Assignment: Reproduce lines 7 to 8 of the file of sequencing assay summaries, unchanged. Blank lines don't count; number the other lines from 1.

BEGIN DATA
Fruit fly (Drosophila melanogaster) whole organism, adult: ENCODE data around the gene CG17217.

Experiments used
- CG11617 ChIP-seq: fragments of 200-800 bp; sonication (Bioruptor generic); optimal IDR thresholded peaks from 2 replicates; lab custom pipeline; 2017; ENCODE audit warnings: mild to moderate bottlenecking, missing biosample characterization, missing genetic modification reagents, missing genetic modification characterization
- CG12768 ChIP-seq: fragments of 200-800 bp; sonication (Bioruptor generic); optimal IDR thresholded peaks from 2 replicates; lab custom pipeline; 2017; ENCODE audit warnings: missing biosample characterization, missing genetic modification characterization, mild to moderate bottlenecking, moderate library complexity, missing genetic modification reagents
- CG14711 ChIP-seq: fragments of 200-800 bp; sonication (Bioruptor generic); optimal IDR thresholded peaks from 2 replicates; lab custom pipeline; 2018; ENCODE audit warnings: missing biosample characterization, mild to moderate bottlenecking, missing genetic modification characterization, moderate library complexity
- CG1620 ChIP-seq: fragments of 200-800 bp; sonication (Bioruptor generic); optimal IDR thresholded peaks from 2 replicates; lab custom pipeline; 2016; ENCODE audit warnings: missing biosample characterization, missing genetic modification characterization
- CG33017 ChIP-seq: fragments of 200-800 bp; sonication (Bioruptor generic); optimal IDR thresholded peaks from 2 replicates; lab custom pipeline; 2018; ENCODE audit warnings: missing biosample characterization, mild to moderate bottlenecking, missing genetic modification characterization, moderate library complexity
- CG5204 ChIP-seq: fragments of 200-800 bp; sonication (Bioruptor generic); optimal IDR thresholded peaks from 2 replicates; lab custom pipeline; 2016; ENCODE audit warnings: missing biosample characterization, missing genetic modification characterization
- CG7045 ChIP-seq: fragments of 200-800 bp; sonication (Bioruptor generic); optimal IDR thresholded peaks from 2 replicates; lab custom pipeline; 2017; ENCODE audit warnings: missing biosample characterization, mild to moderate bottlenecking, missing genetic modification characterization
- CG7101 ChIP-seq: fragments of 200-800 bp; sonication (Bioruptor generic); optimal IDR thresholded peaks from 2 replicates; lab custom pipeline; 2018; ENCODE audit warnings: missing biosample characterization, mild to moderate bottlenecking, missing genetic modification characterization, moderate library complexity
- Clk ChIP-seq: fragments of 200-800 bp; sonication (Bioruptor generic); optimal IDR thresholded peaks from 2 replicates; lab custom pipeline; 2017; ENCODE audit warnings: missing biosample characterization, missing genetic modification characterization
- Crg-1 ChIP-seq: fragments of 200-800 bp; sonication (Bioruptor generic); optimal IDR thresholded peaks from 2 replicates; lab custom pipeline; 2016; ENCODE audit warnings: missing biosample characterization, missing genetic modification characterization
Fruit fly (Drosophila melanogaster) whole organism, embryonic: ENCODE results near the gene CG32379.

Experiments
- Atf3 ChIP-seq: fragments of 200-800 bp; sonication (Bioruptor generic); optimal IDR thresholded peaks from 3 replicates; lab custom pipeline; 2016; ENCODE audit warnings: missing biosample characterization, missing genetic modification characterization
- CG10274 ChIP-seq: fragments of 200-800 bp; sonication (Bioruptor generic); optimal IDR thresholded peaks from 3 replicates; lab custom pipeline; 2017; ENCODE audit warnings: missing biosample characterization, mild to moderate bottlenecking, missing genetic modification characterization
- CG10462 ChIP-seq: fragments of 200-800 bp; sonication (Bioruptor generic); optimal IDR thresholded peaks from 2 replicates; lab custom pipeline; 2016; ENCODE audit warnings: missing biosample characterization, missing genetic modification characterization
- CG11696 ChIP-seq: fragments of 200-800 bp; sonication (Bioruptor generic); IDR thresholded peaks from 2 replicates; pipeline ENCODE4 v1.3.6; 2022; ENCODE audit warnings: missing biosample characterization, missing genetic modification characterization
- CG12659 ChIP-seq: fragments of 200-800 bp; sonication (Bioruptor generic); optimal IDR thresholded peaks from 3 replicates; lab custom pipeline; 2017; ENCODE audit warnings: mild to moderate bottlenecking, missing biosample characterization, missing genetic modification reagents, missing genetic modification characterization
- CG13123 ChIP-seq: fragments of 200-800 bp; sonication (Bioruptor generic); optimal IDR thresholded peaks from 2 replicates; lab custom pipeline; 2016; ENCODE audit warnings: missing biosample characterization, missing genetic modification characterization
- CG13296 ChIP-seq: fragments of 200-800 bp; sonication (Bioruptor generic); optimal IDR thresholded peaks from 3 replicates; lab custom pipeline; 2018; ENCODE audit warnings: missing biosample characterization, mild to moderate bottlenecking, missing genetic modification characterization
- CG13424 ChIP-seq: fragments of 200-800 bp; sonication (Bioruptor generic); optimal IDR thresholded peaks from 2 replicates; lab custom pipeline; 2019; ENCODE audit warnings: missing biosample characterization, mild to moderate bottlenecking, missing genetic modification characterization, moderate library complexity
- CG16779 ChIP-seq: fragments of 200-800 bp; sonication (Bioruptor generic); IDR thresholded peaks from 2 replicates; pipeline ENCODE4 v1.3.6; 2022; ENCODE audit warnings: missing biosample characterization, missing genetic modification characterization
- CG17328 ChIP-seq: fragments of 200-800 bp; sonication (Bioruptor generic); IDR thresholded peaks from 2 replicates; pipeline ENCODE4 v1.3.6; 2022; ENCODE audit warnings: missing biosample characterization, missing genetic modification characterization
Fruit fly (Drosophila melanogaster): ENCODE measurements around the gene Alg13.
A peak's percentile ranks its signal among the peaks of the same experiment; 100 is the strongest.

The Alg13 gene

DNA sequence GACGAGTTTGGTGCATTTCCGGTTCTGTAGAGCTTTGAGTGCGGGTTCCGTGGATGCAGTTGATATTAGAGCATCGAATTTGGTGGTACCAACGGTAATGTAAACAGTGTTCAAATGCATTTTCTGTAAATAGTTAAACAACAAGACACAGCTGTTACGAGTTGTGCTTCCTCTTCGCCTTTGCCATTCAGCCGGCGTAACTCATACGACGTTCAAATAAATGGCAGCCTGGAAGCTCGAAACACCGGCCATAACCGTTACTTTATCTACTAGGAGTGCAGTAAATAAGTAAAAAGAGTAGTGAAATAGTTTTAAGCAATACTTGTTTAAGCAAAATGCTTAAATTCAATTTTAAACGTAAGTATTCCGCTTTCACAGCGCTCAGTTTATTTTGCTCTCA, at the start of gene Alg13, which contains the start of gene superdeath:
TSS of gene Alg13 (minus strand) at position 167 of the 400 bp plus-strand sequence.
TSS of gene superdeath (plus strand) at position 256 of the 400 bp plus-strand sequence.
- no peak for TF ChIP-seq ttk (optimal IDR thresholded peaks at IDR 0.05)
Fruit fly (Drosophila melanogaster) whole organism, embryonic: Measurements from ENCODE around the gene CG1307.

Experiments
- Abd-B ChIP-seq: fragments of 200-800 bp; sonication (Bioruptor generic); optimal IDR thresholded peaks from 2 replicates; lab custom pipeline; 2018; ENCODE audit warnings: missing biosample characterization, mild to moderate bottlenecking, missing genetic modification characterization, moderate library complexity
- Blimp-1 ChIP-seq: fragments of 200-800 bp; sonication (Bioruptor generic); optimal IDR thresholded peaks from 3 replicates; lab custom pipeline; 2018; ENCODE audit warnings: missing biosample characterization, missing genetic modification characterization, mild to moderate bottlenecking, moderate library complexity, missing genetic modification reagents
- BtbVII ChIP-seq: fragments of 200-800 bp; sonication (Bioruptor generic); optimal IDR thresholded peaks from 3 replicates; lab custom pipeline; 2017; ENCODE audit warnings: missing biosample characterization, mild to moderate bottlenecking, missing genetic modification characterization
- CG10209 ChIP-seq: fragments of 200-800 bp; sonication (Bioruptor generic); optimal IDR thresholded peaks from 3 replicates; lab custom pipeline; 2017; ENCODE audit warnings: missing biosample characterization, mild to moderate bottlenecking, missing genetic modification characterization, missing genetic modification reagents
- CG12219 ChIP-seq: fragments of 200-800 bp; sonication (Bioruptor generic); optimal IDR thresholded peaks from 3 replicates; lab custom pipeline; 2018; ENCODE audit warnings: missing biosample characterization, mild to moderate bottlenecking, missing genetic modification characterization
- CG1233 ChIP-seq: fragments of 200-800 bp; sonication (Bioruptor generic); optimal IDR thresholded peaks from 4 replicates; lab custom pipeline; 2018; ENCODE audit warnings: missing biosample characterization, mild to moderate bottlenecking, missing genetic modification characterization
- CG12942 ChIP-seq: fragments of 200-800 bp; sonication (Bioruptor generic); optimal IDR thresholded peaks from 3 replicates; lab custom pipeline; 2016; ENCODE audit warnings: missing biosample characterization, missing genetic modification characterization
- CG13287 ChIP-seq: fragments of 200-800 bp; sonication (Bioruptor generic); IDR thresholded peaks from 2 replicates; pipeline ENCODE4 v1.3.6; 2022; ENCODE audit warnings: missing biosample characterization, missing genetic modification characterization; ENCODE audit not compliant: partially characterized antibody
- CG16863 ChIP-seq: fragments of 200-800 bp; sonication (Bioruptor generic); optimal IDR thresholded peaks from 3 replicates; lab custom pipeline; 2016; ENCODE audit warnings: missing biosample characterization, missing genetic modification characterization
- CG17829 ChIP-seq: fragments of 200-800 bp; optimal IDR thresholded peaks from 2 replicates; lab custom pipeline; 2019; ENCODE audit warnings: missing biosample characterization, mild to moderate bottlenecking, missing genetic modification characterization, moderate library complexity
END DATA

- CG33017 ChIP-seq: fragments of 200-800 bp; sonication (Bioruptor generic); optimal IDR thresholded peaks from 2 replicates; lab custom pipeline; 2018; ENCODE audit warnings: missing biosample characterization, mild to moderate bottlenecking, missing genetic modification characterization, moderate library complexity
- CG5204 ChIP-seq: fragments of 200-800 bp; sonication (Bioruptor generic); optimal IDR thresholded peaks from 2 replicates; lab custom pipeline; 2016; ENCODE audit warnings: missing biosample characterization, missing genetic modification characterization